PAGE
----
Treasury Secretary Steven Mnuchin said there's a "potential for a trade war" with China, but expressed hope that the world's two largest economies can work out their differences.
"There is a level of risk that we could get into a trade war," Mnuchin said in an interview with CNBC on Friday. "I'm cautiously optimistic we'll be able to work it out."
President Trump ratcheted up the rhetoric with China late Thursday evening, saying he was considering another wave of steep tariffs on the country's exports to the United States.
"In light of China's unfair retaliation, I have instructed the [United States Trade Representative] to consider whether $100 billion of additional tariffs would be appropriate," the president said in a statement.
The secretary tried to assure investors that Trump's willingness to fight for US interests would be a "long-term positive" for American companies. But those remarks failed to offer relief. The Dow was down 700 points late in the day.
"We want to sell more goods around the world," said Mnuchin, who repeatedly pointed to the disparity in the US-China trade relationship. "This is a terrific opportunity for US companies if they are treated fairly."
Earlier this week, the United States announced new tariffs on $50 billion worth of Chinese goods, claiming that China is stealing US intellectual property. China responded within hours by announcing $50 billion worth of tariffs on US goods. Those tariffs have yet to go into effect.
The moves follow US tariffs that were imposed earlier this year on Chinese steel and aluminum, which also prompted retaliatory measures from China.
In the CNBC interview, Mnuchin avoided directly answering whether the United States and China were in active negotiations to avert a trade war.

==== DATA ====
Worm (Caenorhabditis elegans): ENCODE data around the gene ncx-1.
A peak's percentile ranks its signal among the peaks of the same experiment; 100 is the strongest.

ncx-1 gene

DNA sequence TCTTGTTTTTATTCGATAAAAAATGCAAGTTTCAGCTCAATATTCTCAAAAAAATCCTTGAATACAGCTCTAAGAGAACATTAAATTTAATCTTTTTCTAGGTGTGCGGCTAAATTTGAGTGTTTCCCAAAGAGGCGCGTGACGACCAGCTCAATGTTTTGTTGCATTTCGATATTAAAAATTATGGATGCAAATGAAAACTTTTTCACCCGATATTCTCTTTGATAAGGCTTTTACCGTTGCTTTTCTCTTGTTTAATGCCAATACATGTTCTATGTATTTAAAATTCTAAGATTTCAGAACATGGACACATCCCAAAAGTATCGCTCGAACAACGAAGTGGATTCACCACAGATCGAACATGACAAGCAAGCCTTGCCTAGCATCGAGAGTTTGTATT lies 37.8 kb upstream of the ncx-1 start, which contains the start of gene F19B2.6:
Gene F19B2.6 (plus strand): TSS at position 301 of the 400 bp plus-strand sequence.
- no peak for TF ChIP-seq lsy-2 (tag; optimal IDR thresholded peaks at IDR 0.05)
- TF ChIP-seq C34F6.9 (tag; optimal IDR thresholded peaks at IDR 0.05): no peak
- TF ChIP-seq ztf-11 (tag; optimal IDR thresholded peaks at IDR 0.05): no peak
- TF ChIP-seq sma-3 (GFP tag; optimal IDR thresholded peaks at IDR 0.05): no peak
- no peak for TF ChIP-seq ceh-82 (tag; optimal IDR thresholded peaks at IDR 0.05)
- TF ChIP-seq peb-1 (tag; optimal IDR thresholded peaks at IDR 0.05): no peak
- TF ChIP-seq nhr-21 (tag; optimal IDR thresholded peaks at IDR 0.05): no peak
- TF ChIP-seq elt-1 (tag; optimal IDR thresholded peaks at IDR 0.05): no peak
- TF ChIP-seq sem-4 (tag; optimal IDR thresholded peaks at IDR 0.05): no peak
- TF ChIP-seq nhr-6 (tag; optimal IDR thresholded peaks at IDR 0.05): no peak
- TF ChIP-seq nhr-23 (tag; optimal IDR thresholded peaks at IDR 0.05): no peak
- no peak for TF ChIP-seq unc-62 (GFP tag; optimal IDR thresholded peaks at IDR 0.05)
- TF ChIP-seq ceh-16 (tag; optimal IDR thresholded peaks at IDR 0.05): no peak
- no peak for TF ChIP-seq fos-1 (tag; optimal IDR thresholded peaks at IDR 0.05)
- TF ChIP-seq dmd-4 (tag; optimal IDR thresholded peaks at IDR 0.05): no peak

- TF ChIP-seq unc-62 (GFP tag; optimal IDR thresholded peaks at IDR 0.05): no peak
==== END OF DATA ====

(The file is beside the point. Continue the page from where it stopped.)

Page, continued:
Instead, he said the Trump administration was still willing to negotiate with China, while sending a direct message it would defend US interests.
"We absolutely are willing to negotiate and not get into a trade war. On the other hand the president is perfectly willing to defend our interests," Mnuchin said. "Our strategy is very clear."
Questions over whether the world's two largest economies were engaged in discussions swirled on Friday after a spokesperson for China's Commerce Ministry told reporters that Beijing and Washington were not currently in talks.
That was backed up by Trump's chief economic adviser, Larry Kudlow, who said tariff negotiations with China had not started.
"They have not really begun yet," he told Bloomberg Television. "China's response to our complaints ... has been unsatisfactory."
Mnuchin declined to clarify the status of talks despite being asked repeatedly. "We're not going to do this and lay out out our negotiations in the public domain," Mnuchin said.